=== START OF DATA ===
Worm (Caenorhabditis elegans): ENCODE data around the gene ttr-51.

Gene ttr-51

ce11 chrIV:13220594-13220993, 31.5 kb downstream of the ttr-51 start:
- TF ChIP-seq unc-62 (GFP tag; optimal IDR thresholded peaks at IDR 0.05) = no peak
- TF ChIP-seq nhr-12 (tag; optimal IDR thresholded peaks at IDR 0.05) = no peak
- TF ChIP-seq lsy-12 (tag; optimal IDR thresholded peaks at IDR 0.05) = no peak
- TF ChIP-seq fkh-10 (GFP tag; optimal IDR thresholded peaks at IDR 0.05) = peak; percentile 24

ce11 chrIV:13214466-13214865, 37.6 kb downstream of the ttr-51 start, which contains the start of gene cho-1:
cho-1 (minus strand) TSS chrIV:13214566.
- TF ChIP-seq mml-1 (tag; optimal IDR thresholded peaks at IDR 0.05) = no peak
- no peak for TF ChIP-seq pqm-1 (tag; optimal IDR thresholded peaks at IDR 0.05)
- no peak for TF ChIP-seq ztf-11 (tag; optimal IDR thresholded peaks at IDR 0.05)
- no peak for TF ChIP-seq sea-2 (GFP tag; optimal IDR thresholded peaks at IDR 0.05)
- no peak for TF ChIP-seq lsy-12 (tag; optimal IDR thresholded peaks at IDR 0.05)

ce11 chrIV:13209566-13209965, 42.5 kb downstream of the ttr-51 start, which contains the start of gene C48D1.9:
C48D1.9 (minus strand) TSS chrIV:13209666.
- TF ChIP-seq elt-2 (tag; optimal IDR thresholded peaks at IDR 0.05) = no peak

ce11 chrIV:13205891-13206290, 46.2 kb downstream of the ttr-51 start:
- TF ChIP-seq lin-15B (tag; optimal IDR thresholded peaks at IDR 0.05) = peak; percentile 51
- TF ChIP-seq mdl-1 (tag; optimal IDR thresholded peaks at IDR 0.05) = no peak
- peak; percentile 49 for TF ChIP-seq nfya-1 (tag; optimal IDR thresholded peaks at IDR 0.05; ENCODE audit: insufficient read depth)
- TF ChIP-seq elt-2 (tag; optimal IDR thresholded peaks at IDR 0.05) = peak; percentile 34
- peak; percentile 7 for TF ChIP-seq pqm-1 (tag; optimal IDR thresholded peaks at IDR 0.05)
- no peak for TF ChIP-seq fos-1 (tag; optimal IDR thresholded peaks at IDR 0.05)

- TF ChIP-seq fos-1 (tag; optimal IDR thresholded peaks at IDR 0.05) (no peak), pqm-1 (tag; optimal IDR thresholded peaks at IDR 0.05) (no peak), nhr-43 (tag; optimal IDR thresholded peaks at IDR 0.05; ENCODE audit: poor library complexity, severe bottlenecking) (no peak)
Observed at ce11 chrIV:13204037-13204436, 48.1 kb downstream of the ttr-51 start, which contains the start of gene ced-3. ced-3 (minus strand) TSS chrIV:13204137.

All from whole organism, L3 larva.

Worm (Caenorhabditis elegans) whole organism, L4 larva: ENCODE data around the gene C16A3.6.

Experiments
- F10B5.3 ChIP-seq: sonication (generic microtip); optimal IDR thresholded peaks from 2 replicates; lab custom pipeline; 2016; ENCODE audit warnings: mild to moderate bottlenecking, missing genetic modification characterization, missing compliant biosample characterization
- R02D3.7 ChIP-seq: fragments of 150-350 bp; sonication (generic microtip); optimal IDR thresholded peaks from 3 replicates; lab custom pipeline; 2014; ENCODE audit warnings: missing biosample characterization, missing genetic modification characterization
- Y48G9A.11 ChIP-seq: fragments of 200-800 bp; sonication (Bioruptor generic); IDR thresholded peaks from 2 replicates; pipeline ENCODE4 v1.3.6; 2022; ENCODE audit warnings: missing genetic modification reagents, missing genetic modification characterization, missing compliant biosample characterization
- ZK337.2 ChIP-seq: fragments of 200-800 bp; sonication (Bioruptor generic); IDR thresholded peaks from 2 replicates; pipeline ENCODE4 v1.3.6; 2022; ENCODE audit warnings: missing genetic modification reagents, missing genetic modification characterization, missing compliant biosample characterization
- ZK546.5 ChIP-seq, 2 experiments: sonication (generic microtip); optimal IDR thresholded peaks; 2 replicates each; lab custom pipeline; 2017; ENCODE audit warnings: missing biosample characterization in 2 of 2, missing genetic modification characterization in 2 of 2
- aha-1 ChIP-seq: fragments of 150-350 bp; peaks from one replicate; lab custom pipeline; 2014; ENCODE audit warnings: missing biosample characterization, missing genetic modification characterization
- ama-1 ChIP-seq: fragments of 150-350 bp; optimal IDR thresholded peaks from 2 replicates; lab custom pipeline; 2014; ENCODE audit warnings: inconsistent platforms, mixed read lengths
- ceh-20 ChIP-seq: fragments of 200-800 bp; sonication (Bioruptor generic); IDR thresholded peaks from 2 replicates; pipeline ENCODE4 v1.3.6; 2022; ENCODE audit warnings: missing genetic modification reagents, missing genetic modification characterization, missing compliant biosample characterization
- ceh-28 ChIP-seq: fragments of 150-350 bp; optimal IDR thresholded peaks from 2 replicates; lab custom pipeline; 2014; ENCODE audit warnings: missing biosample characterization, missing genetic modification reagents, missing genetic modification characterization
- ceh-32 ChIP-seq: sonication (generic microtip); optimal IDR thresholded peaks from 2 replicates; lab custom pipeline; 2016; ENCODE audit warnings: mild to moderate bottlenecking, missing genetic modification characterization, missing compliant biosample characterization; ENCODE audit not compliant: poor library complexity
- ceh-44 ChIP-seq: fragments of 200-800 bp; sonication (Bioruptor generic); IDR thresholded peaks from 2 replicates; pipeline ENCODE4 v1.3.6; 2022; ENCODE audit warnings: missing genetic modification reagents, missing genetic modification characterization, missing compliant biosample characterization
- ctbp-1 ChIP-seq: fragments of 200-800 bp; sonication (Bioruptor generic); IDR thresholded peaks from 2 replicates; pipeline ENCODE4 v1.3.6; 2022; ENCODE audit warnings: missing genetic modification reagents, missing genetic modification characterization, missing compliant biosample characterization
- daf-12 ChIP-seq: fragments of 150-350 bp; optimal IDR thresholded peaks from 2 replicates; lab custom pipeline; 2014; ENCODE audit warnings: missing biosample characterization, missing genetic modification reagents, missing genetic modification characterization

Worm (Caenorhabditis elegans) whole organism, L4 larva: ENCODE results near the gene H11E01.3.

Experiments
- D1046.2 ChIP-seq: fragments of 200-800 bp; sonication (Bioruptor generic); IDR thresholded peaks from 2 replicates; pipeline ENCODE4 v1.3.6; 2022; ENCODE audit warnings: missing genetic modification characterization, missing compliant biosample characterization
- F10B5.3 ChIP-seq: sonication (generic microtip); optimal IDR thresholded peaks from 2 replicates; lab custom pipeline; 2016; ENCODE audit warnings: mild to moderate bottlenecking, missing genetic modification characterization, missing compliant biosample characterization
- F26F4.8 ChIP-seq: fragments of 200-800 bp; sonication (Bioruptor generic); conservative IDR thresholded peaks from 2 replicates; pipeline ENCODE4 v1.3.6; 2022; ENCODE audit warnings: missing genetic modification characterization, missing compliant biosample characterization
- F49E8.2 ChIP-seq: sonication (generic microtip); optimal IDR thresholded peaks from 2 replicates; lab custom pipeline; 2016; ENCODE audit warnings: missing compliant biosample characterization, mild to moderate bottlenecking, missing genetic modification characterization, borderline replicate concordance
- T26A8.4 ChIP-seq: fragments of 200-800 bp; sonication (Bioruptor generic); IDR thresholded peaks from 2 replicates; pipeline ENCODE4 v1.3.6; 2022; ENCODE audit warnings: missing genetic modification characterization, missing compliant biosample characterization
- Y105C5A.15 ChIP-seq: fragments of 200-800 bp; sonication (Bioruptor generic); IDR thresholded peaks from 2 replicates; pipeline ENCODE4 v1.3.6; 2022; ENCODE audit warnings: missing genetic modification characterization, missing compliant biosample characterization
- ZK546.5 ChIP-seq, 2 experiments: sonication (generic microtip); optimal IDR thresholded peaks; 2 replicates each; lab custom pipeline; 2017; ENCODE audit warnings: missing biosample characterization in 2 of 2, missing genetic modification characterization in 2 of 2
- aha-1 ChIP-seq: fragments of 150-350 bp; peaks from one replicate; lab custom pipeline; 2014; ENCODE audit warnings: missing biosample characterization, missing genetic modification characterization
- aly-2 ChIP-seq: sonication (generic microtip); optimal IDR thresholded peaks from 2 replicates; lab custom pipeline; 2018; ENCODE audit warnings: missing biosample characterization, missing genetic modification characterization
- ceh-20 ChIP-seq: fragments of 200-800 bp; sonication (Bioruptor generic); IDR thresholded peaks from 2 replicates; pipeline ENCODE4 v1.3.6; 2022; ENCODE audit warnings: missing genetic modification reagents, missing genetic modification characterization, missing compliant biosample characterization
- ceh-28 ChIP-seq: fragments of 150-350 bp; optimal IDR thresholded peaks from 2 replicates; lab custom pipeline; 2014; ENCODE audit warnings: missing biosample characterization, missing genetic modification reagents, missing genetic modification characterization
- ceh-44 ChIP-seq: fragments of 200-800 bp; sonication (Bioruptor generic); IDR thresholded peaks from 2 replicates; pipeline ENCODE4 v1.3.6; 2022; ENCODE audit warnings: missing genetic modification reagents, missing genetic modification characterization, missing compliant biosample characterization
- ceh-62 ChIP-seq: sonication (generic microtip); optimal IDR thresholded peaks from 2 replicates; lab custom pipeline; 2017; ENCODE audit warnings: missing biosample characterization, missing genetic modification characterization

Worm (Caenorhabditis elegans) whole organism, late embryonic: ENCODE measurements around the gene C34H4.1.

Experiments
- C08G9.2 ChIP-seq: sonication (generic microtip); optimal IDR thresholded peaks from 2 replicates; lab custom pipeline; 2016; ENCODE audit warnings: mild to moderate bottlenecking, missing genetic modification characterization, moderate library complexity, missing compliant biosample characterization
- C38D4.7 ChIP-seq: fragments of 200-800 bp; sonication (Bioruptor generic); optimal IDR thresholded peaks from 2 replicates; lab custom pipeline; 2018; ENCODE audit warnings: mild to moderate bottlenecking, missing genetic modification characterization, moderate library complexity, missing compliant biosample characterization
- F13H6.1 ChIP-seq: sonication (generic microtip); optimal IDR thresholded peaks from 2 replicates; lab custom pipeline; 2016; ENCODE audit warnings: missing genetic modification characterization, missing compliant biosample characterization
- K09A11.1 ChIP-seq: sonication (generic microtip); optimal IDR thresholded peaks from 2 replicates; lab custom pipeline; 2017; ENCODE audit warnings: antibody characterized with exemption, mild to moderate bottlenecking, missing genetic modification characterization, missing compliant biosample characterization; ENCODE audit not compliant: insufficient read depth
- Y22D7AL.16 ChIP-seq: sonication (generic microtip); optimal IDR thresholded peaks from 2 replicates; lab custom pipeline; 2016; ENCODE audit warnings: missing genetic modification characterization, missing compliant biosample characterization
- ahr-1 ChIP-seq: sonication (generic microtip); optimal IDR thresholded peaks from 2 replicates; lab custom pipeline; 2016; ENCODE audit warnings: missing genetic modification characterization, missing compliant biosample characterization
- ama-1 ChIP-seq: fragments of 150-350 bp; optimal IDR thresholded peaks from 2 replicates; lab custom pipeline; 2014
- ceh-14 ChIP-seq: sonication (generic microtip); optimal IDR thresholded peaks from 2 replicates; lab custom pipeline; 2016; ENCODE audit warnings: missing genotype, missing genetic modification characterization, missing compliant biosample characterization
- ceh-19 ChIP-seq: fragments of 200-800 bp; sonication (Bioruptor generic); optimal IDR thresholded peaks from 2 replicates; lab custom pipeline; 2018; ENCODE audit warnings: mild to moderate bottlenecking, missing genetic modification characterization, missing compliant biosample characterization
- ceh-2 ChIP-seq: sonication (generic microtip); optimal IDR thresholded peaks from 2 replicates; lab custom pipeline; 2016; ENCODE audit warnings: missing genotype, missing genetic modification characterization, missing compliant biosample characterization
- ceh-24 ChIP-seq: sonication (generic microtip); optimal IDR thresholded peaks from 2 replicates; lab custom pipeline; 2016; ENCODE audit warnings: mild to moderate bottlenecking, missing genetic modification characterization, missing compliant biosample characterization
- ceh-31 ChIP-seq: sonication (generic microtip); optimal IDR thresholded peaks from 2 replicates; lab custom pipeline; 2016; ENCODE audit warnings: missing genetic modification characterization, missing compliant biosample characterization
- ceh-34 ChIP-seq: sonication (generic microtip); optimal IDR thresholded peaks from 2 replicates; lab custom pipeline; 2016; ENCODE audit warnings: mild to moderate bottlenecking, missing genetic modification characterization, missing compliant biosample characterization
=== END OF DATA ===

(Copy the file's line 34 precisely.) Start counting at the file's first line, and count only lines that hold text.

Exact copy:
- ZK546.5 ChIP-seq, 2 experiments: sonication (generic microtip); optimal IDR thresholded peaks; 2 replicates each; lab custom pipeline; 2017; ENCODE audit warnings: missing biosample characterization in 2 of 2, missing genetic modification characterization in 2 of 2